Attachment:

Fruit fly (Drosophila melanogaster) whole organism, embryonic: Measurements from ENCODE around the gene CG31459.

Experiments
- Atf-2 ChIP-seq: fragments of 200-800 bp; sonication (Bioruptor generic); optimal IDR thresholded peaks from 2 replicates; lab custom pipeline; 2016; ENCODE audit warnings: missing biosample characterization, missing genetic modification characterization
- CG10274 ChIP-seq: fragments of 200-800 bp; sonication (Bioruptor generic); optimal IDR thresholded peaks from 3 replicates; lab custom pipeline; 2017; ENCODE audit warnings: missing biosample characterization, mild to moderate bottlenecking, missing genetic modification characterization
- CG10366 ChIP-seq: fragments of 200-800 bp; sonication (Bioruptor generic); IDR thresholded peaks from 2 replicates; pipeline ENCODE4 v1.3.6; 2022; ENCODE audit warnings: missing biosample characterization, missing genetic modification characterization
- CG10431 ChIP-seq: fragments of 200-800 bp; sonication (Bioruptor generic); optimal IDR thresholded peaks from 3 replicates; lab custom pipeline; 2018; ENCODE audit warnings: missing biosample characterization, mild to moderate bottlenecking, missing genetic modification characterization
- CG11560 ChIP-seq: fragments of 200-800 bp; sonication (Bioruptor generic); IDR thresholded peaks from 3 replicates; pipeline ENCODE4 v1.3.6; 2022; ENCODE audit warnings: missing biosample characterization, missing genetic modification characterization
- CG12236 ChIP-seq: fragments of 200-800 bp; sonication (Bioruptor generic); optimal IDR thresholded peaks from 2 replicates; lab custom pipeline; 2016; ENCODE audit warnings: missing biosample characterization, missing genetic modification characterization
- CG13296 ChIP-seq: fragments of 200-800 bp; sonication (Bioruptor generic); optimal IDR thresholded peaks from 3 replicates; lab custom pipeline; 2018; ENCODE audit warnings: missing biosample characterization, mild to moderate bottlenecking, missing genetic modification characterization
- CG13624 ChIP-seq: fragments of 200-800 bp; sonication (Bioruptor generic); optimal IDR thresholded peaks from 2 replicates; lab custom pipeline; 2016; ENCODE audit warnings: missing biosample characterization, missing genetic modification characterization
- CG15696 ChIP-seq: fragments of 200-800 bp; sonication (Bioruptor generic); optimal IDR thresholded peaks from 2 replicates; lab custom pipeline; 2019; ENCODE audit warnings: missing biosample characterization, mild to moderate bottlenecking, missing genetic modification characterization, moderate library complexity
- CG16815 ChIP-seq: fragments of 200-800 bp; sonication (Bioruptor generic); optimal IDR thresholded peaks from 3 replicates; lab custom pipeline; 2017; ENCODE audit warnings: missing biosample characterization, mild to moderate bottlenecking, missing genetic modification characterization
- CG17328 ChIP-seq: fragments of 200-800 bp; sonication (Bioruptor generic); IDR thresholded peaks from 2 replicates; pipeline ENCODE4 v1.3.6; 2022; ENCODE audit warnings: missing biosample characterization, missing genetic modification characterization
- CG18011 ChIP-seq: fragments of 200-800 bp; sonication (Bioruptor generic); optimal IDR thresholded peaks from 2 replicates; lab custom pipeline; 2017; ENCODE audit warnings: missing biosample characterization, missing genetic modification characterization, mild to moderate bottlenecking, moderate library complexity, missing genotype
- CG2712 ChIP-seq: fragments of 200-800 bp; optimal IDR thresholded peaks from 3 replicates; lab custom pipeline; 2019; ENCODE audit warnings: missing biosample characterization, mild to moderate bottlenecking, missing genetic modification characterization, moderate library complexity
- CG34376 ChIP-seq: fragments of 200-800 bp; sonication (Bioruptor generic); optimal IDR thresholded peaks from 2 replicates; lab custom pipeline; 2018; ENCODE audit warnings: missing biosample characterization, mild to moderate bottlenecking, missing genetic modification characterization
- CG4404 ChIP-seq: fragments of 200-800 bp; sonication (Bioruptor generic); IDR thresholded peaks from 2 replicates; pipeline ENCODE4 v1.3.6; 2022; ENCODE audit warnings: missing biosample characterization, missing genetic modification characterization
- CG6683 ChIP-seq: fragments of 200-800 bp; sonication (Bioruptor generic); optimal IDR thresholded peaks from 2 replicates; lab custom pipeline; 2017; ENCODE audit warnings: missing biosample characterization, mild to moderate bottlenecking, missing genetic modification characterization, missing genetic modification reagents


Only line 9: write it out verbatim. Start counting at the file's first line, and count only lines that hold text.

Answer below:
- CG13296 ChIP-seq: fragments of 200-800 bp; sonication (Bioruptor generic); optimal IDR thresholded peaks from 3 replicates; lab custom pipeline; 2018; ENCODE audit warnings: missing biosample characterization, mild to moderate bottlenecking, missing genetic modification characterization